On the level of clinical interventions, one thing is that, clearly, you get to see people change. You get to see people quit and see them do things that they're so happy and so proud of - things that they may not have thought possible - and they were able to do so because you worked with them. Another thing is getting the opportunity to train others. As a result of that, you see others who get it, understand it, and are starting to do it themselves. Finally, it’s very exciting to see that we can change how this is done in society. We can do this at population levels and develop simple research that, when enacted, makes a huge difference.
For example, we were able to move smoking cessation questions from the social section of a patient’s medical history and create a series of vital signs that each provider sees at the very beginning. Now in a patient’s chart you see pulse, respiration, temperature, and smoking status. We are able to ask if a patient smokes, if they’re interested in quitting, and if the provider advised them to quit, all in the initial interview. There are five key aspects of smoking cessation counseling that you can do, and now three of them are in the vital signs. We showed that when you do that, you dramatically increase success. That’s such a simple intervention with such profound impacts, and that's incredibly gratifying when you can do that.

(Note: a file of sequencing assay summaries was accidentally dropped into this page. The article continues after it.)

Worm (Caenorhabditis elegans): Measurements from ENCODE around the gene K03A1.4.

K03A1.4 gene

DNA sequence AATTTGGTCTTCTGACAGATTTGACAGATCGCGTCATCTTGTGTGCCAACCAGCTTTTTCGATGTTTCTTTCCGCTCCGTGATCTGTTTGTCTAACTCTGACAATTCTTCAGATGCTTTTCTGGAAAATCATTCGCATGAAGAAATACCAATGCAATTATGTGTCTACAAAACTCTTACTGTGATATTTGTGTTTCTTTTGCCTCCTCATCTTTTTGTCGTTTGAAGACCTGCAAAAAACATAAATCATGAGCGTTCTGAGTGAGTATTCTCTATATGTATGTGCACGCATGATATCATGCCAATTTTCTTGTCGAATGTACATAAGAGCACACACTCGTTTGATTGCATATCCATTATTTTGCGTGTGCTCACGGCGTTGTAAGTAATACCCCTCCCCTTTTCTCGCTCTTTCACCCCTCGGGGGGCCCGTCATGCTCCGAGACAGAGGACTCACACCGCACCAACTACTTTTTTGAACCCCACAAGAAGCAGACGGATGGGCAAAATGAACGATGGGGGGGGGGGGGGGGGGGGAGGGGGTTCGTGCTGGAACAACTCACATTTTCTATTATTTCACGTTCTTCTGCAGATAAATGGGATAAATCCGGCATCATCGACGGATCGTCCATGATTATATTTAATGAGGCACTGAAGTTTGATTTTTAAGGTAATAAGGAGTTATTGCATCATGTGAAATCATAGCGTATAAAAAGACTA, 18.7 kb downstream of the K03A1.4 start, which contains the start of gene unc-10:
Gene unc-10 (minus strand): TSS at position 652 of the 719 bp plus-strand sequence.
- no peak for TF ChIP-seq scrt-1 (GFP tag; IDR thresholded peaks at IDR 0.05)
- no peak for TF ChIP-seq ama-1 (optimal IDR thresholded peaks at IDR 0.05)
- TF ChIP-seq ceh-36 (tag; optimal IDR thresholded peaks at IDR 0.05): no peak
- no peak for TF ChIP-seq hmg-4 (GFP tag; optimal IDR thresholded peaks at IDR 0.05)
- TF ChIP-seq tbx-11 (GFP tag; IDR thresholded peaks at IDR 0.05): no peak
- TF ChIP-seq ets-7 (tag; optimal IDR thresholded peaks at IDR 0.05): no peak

Is there anything else you’d like to share with people about yourself or your work?
I think that it's important for everyone to always think about when and where they can make an impact in their daily life. Sometimes it’s right in front of you. I think about how when my kids were younger, I would take them to the movies to see G-rated animated cartoons, and I would see characters smoking cigars and cigarettes in these cartoons. I didn’t understand why in these G-rated feature films, they had characters smoking and drinking. They were treating these characters as adults but yet exposing young kids to these messages. That led to a research study where we looked at the history of tobacco and alcohol use in G-rated animated films, which led to a major publication in JAMA and our work being featured on CBS, CNN, and The New York Times, and eventually changing the way people see this issue. It’s not a joke to be exposing our youngest kids to subliminal cues about smoking and drinking in very positive ways. We found that in 60 years, there was not a single mention of the negative health consequences of either product.
I think that there are so many things that are in front of us every day, whether it’s walking into a building and seeing people smoking outside, or being exposed to second- or thirdhand smoke when we go somewhere, that we just accept as normal rather than asking, “How can I change that?” That’s what I’m really interested in and passionate about: How can I help people to realize that smoke-free air is a right. You have that right and can demand that right. You can make that change yourself.